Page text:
307 - No2 High Street


In Essay 248 I looked at this topic but that was before we had the coronavirus pandemic. The consequences of the wave(s) of disease and dis-ease serve to accelerate the move to change. I do little here but wonder how the emphasis of change will occur. In so doing I give a marker for subsequent editing on this topic.

The previous essay pointed to several fairly obvious matters:

• Online business runs on the cheap.

Business rates are a disincentive to having premises, but people running online-only businesses are not charged an equivalent. This needs to change, or business rates need a radical rethink. Much the same applies to other charges (taxes, etc), where the online businesses are not paying out at anything like the volume of other businesses. Again, this needs to change and/or we need to see a radical rethink of how the state (national and local) collects necessary dues.

• The high street could change quite dramatically.

I previously suggested a reversion of shops to housing, where we have a known shortage; it seems obvious that buildings could be repurposed with relative ease. We are over-supplied with retail space and under-supplied with housing; this is a no-brainer, surely. ²  I suspect that the issue here is that the landowners are accustomed to dramatically high rents. The collapse of, for example Intu (who own many of our larger shopping Centres, such as in Derby, Gateshead and Trafford) suggests that the business model has collapsed and presumably several of the assumptions for profit have disappeared.

• There is a division between the businesses that can run online and those that cannot.

Unless we succeed in ridding ourselves of Covid-19 completely, we will not return to normal. We will return to a very reduced form of 'normal' until eradication is the case and this means that many service-providers (shops, cafés, gyms, etc) are going to need a far higher throughput to accommodate the reduction in customer density at any moment. Putting that another way, given that few places have the space to accommodate people at two metre spacing or at 'one-plus' spacing, then in order to return to the sort of turnover that made the business viable customers must be in-store in a productive way, which will reduce to shorter (more expensive per time unit) visits. If we add to that mix an assumption that masks will be de rigeur for months and perhaps very much longer, that divides businesses into two classes; those where masks are okay (think 'shops') and those where they are not (think cafés or hospitality, but everywhere where open face contact is wanted, even if not absolutely necessary). ¹ We might as well think of these as simply with and without masks, but that might turn into the labels of retail and hospitality.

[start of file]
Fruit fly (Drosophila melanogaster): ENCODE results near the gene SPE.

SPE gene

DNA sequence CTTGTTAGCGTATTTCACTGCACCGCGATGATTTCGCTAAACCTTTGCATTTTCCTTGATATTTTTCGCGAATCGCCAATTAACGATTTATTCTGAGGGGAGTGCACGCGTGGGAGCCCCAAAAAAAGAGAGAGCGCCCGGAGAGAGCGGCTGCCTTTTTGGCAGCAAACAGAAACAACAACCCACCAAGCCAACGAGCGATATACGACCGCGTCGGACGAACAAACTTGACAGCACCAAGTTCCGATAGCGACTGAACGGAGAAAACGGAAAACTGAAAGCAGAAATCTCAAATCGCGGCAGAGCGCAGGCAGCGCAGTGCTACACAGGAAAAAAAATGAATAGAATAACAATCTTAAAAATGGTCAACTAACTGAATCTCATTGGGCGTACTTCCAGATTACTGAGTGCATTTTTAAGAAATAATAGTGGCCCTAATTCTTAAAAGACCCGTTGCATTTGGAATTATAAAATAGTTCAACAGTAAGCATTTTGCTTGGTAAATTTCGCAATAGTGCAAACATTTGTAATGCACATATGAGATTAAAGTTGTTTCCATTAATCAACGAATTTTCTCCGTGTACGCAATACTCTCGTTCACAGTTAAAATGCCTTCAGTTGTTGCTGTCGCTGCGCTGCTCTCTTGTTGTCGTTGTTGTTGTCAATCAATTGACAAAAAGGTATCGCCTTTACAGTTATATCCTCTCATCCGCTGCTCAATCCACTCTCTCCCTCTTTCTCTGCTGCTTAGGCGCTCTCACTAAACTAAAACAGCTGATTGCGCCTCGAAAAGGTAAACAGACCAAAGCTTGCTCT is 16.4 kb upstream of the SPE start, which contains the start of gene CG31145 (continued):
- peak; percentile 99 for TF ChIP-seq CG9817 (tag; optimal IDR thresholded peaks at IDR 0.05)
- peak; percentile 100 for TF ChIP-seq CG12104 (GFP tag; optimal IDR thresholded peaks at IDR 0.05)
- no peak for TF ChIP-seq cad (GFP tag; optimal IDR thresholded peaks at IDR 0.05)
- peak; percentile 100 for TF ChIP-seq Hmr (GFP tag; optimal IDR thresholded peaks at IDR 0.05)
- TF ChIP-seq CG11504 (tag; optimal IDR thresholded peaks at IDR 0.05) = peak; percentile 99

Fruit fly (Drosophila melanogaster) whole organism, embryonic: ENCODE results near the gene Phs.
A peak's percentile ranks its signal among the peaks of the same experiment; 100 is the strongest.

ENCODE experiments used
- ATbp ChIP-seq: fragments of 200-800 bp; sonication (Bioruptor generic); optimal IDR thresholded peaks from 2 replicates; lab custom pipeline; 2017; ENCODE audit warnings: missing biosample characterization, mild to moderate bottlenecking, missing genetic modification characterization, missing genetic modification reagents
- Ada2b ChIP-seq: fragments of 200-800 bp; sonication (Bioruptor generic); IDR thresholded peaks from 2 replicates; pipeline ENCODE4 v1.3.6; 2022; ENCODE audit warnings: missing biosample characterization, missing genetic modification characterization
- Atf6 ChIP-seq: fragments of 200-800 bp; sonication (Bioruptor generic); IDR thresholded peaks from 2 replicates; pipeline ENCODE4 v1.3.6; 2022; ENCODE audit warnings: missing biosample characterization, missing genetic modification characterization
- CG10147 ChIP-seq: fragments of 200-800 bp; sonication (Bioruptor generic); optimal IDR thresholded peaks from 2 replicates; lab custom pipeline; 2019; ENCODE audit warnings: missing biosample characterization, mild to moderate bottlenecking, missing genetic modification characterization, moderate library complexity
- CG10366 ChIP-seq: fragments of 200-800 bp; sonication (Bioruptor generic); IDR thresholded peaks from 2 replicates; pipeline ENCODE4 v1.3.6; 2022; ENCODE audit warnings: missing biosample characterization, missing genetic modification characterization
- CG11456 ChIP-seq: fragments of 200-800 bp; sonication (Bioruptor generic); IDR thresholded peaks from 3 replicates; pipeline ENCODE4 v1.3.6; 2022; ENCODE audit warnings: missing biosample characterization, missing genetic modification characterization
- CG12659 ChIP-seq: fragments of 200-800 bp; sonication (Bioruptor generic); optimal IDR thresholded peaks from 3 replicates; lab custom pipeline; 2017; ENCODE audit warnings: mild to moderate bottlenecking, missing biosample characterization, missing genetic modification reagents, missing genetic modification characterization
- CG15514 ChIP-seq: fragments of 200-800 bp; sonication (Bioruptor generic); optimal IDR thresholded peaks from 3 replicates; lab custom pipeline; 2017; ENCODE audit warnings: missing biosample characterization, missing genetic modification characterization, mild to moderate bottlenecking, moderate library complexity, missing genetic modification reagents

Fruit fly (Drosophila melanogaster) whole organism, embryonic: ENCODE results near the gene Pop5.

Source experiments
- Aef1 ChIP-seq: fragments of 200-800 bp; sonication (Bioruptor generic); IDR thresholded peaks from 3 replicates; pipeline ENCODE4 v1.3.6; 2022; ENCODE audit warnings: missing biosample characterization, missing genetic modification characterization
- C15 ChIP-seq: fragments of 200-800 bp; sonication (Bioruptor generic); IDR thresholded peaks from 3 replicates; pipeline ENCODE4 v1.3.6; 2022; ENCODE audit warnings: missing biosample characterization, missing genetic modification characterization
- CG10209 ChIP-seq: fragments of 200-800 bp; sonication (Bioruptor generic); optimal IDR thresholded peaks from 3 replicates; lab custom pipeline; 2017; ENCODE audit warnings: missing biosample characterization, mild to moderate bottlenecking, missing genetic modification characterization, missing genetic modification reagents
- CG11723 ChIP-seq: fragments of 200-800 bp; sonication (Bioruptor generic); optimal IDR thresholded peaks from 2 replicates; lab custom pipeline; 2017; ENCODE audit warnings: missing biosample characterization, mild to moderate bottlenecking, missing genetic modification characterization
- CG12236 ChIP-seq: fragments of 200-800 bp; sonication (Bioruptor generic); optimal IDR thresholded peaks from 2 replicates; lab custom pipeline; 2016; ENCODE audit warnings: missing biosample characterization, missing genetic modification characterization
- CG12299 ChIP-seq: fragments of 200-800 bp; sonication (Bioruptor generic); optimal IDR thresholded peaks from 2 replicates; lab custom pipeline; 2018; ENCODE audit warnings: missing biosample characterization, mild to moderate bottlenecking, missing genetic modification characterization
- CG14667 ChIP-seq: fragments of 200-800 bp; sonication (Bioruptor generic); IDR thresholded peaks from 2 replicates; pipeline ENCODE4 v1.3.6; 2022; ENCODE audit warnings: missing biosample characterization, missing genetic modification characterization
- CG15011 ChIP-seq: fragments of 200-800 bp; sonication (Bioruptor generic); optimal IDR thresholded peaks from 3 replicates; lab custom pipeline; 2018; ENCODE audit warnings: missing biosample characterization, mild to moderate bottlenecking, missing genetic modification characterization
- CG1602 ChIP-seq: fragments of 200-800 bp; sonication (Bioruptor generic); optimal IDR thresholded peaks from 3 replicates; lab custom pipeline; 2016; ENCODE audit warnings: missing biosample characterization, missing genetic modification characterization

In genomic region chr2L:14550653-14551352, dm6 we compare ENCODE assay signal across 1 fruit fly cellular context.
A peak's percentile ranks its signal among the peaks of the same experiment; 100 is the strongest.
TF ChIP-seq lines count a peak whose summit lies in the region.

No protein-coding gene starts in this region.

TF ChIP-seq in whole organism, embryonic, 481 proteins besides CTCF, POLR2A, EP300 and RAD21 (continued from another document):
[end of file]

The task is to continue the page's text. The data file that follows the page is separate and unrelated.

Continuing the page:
Those businesses that can move at least partially online will have understood this rapidly. For them, the issue reduces to 'Do I need premises?', which might reduce to discovering exactly what premises are required — a storage space, an office space, some packing space—but none of these demand that customers be able to visit and so this business could move (could have moved) into a domestic residence. So this question reduces to discovering exactly what circumstances require face to face interchange. For example, Screwfix has a successful business where the customer basically does click and collect. What is missing—that which one gains at somewhere like B&Q—is the opportunistic sale, the unnecessary or unintended purchase that occurs because it is seen on display. This brings us to the nudge discussed in essay 302, such as the 'other customers who bought this also bought...'

Those businesses that need masks to be absent, collectively thought of by me as hospitality and health, have an entirely different problem. Or for which the problem is far more difficult to see solutions.  All those places where one goes for a drink or a meal base their income pattern on customers per hour, 'covers' or its equivalent. In some cases the very crowding is one of the attractions of the site. This is surely gone. That means that sit-in customers have to be given a lot more space and that has dramatic cost consequences, perhaps enough to keep customers away. The use of external space offers possibilities, but British weather is going to work against any new trend. That is a problem which can be solved with invention. The equivalent to internet sales is take-away, which adds its own issues, principally takeaway to where? If eating occurs nearby this is al fresco dining and one way or another space must be provided. Envisage McDonald's but eating in the car in the carpark (as one already does on the motorway). Indeed, it needs to be clear before entering premises what the understanding of the site of consumption is —my space, your space, other (public, communal) space. We have already seen that the problems of queueing for takeaway means that online ordering is far preferred. 

I think we are going to see growth of the drive-through model. There is patently a demand for a personal space device, where we currently think 'car', but could change to something defined by any other sort of bubble definition, which might even be a proximity measure provided by a wearable device (think phone for now). In Britain we need something with weather protection. The American term mall, which applies so well, does in general not lend itself to al fresco eating because the space requirements don't match the rental model. So that has to change; either we accept a dramatic jump in the cost of eating socially, or rents change or we do this at home.